It was traditional weather for a Christmas hash; wet and cold and dark. There were plenty of comedy red noses and pot bellies, and some hashers in fancy dress. No Mexicans though. No wise men either - that would have been going to far. Bryony was there early after having being involved in some dodgey car park dealings. She'd just sold her car to a woman from Aylesbury whilst dressed as a reindeer. I don't think that needs any further explanation.
Our Christmas hare gave us our instructions and off we set, across the road and into a muddy field (who'd have guessed). After a jog along the bottom of the field, merrily leaping across the puddles and wondering why Jane was dressed as a Christmas dinosaur we came to the first carol stop of the evening. I think the first song was 'Hashing night' which was 'sung' to the 'tune' of Jingle Bells. I've managed to purge it from my memory but I'm sure we sang like angels (Samael and Satan in particular).
Next, for a bit of festive fun, it was up a steep hill through a muddy field and then a left and up a steep hill through a grassy hill (variety being the spice of life and all). After another muddy field we stopped under a tree for another 'sing' 'song'. Smashing tree - we couldn't decide what it was - looked like a ancient olive but instead of being in balmy Mediterranean climes it was on a freezing cold, wind blasted hill in Wheeler End.
This next 'tune' was 'The Twelve Days of Hashmas', sung to the tune of Silent Night... no hang on, that was just what I was wishing for. This famously being the most shouty of carols it was much more suited to the 'harmonic range' of the hash and was belted out across the valley causing drivers on the M40 to complain about the noise level.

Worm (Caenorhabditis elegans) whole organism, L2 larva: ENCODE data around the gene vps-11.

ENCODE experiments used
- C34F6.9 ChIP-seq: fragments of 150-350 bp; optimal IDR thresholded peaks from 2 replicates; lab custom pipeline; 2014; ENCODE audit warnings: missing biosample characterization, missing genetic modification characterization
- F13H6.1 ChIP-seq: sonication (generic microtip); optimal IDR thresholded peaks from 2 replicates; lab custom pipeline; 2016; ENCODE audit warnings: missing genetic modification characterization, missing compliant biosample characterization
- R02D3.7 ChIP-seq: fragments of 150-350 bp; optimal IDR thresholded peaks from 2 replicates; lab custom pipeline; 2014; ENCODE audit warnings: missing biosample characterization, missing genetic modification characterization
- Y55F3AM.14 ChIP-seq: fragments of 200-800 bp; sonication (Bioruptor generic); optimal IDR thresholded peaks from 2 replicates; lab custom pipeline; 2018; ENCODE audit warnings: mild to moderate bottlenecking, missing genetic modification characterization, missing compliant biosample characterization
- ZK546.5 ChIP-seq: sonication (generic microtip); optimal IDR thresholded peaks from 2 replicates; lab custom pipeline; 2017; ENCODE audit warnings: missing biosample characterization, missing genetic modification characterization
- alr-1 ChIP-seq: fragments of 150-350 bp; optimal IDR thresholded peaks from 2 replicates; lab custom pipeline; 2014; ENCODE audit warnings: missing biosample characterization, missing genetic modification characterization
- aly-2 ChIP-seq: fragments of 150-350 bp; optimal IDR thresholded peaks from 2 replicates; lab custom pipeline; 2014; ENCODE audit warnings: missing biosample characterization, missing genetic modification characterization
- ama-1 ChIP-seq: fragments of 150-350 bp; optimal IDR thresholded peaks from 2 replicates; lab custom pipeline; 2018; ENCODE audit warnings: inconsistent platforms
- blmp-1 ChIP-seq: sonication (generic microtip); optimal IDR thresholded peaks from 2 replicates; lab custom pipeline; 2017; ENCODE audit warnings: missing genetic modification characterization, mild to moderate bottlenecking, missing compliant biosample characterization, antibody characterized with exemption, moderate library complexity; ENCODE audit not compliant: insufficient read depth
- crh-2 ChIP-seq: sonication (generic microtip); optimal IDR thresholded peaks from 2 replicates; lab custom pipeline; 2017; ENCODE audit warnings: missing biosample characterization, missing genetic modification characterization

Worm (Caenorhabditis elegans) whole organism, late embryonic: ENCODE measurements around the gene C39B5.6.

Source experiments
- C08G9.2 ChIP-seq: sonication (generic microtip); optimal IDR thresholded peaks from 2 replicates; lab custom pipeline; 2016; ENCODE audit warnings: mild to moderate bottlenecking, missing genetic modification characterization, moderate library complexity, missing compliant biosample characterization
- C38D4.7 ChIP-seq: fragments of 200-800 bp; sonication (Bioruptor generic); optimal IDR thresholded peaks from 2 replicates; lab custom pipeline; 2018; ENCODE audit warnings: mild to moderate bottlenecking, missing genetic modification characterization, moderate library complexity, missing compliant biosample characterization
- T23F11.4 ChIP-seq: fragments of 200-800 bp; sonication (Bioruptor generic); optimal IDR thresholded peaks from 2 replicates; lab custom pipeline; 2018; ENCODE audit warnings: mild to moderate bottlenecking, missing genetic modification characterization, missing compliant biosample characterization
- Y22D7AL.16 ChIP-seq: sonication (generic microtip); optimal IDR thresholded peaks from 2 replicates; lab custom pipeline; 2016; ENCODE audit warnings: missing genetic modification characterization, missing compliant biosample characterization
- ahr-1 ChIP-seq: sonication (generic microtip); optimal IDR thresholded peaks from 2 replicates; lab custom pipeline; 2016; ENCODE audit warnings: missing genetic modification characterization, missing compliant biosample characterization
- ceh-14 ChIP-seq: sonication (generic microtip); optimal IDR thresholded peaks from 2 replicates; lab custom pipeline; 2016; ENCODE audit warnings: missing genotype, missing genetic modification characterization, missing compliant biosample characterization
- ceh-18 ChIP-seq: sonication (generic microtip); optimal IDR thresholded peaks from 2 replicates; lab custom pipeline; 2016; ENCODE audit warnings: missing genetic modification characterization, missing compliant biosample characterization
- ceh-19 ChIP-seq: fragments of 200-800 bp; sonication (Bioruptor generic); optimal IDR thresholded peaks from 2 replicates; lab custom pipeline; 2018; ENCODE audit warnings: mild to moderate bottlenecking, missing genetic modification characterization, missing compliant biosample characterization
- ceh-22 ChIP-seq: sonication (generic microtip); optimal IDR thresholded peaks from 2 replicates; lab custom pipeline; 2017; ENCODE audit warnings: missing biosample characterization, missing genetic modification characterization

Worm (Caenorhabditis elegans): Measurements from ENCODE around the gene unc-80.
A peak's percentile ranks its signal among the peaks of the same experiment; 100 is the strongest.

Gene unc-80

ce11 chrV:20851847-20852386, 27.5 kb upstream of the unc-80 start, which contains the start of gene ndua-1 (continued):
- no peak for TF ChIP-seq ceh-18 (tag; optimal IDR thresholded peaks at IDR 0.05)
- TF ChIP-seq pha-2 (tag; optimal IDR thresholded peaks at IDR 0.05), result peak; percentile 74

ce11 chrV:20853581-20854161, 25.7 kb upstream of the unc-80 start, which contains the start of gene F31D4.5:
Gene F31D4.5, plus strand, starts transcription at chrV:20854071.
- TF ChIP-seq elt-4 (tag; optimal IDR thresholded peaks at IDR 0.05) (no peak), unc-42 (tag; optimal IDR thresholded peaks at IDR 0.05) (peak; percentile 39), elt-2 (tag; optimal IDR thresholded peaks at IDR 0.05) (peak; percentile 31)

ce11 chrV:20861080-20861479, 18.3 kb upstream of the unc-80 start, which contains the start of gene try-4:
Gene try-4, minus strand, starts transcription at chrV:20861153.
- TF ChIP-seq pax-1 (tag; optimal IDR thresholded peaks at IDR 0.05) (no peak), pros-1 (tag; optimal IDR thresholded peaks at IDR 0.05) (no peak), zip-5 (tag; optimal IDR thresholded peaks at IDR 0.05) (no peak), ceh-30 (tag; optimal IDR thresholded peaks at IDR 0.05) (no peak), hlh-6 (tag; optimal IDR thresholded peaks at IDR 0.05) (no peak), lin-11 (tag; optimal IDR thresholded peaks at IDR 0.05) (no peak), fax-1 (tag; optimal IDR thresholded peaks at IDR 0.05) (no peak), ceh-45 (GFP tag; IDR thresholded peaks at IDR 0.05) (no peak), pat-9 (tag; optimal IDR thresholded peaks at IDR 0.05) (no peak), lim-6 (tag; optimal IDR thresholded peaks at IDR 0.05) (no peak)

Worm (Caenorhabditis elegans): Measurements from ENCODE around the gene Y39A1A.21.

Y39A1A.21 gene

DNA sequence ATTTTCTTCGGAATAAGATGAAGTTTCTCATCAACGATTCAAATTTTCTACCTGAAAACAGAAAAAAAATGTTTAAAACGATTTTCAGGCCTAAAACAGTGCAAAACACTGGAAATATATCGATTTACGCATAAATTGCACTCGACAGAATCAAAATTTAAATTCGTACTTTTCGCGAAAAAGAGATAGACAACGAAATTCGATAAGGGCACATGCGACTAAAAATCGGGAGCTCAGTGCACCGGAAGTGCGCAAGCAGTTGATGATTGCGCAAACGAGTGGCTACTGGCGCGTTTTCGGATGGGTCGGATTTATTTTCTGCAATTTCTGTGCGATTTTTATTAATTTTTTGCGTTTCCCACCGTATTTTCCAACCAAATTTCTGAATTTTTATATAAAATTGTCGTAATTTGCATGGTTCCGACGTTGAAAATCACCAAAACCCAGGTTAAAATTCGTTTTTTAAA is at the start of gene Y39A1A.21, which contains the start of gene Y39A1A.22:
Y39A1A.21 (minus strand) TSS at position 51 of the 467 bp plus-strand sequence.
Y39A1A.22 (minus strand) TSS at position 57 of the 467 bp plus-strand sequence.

Our shorts split at this point and sludged (handy neologism there - slid / trudged / mud) down the field and er well then back up the next field. Generally if I'm not creating a visual image for you here then it's just hills, fields and mud. Imagine the Somme at 45 degrees.
We had a slight detour due to Kev not really getting the hang of left and right, but hey, it's the season of good will so I won't even mention it. Nice to see that the residents of Wheelers End are generous and trusting enough to sellotape a tip for their dustmen to the top of a wheely bin. I bet if I did that they'd refuse to take it because it wasn't in the right receptacle.
At this point things were beginning to look more familiar - I recognised the Beware of the Chickens sign from a hash a few weeks back. We began to think that maybe there'd be a festive halt at Doctor Who's house (bigger on the outside you know), but it was to be even better than that. After about 10 minutes of me saying "I'm sure Aud's house is round here you know" it finally became true and we had a welcome stop for mulled pies and minced wine.
Having filled our stockings we set off again down the hill before taking a right towards what I see on the map is called 'Lovely Cottage'. That's almost worth going back to see if that's a joke or not.
Then it was down through the woods, up across the common and a long and merry jaunt down Piddington Lane into the village before giving up on the trail and heading back to the pub.
Back in the warm there was plenty of Christmas chips and a naming ceremony for Dick who henceforth shall be known as Dick. He seemed quite pleased with his carpet square though. In fact that may well be his best present of the year.
A fine festive hash - not too cold, not too wet and not too much singing. Merry Christmas Tiny Tim, Merry Christmas one and all.